Published at Wednesday, 25 November 2020. Worksheets. By Halette Legall.
If the materials do not specifically indicate "brain-based," determine if they are at least brain-friendly. This would mean that you are looking for lots of color, material interesting to the child, many varied activities-especially involving movement, and using several of the senses. I saw one company whose worksheets included the instruction to "say the number out loud as you..." This is very good! Speaking out loud is very important for learning to occur. Ideally, all worksheets should include this instruction. If you can not find any that do, then you need to add that instruction yourself.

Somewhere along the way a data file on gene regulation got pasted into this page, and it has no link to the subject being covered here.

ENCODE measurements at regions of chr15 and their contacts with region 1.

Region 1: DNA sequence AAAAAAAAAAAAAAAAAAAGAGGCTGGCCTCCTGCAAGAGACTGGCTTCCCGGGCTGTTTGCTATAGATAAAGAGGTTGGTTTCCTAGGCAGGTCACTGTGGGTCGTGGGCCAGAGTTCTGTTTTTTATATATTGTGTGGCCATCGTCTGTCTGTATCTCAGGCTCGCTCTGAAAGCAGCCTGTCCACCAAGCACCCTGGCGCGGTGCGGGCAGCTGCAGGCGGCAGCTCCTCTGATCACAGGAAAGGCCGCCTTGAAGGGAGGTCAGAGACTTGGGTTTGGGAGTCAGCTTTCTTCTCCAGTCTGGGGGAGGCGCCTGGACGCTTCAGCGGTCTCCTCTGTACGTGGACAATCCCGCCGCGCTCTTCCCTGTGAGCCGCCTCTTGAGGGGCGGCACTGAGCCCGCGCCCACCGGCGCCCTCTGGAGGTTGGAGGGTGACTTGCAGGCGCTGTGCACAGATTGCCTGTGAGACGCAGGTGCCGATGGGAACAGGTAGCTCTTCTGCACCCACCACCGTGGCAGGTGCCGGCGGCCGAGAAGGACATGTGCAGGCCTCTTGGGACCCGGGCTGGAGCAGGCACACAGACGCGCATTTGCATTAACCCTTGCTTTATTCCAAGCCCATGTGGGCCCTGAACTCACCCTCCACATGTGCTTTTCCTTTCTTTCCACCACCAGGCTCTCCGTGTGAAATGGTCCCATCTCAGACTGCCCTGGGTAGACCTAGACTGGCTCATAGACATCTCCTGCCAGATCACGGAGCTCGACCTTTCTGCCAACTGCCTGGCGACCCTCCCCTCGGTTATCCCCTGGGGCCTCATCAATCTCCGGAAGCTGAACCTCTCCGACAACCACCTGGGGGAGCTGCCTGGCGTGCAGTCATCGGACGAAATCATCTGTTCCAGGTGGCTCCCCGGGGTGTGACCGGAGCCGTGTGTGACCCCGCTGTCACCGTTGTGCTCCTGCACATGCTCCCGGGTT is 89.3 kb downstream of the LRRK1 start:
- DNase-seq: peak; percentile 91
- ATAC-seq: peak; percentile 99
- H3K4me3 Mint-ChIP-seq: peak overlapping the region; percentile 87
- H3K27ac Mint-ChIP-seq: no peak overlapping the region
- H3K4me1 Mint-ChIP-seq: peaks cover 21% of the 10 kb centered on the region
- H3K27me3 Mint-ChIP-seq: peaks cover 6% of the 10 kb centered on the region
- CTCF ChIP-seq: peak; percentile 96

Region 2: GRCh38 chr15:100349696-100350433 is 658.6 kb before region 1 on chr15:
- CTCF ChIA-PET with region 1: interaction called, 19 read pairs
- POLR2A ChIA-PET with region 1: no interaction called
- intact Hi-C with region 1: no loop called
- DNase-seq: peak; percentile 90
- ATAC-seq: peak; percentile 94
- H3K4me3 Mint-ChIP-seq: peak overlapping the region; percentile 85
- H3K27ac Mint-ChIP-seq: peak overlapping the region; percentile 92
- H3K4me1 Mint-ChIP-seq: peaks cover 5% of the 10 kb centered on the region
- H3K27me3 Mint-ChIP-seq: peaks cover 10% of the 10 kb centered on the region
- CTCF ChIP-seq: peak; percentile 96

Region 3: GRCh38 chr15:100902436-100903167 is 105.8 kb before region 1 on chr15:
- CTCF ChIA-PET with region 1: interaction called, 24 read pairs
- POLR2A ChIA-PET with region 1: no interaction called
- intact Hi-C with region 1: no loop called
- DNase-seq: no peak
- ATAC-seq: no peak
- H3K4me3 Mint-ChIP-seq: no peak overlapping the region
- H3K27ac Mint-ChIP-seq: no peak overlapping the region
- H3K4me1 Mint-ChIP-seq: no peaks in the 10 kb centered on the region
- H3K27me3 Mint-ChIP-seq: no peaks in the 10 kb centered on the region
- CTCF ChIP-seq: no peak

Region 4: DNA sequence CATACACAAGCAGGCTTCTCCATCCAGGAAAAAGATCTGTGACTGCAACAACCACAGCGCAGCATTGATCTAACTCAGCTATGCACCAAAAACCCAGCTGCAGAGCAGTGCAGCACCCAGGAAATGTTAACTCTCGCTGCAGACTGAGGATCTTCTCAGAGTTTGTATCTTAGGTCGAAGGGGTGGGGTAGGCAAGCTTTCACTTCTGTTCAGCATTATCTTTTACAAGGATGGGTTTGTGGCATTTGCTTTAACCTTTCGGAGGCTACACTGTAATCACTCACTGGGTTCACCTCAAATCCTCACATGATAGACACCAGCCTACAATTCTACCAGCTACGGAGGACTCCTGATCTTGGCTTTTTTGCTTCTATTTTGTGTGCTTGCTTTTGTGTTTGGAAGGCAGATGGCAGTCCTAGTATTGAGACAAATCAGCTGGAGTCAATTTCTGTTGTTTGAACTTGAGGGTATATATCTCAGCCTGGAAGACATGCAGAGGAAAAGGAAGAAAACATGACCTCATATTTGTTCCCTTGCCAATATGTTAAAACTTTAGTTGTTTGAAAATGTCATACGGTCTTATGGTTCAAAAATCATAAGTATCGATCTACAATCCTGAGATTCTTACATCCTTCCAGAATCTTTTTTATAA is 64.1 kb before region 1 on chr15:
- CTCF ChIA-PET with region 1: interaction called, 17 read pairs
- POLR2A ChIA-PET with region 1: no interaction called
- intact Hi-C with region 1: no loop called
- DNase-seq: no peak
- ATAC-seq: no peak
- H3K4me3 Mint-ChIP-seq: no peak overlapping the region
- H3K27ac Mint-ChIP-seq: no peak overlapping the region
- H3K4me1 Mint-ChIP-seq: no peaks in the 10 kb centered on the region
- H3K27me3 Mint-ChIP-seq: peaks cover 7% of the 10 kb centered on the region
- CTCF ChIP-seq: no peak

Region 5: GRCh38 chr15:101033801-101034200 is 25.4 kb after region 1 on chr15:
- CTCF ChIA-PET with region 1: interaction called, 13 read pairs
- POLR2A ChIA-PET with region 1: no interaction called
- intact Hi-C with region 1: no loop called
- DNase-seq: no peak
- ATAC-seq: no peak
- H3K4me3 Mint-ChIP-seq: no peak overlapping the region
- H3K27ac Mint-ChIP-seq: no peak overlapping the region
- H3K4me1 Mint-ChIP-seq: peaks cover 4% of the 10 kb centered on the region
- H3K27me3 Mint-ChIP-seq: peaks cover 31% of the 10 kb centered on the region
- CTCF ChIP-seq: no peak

Whatever you do, do not use worksheets excessively. This will become very tedious to your child and will take the fun out of learning. Once your child has their facts memorized, use worksheets only occasionally unless your child sees worksheets as a challenge and loves to do them. Some children truly love the challenge of "beating their time" on timed math worksheets. If this is the case, give them all they want!
Homeschooling educator networks, seasoned teachers, and the internet are all wonderful resources for reading lesson plans, activities, and programs. The internet has opened up a world full of sites where in-school educators and homeschooling parents "gather" to share their ideas for creative lesson plans and activities such as book reports and writing activities. Any homeschooling parent who finds themselves at a loss for new material can visit the internet for reading resources.
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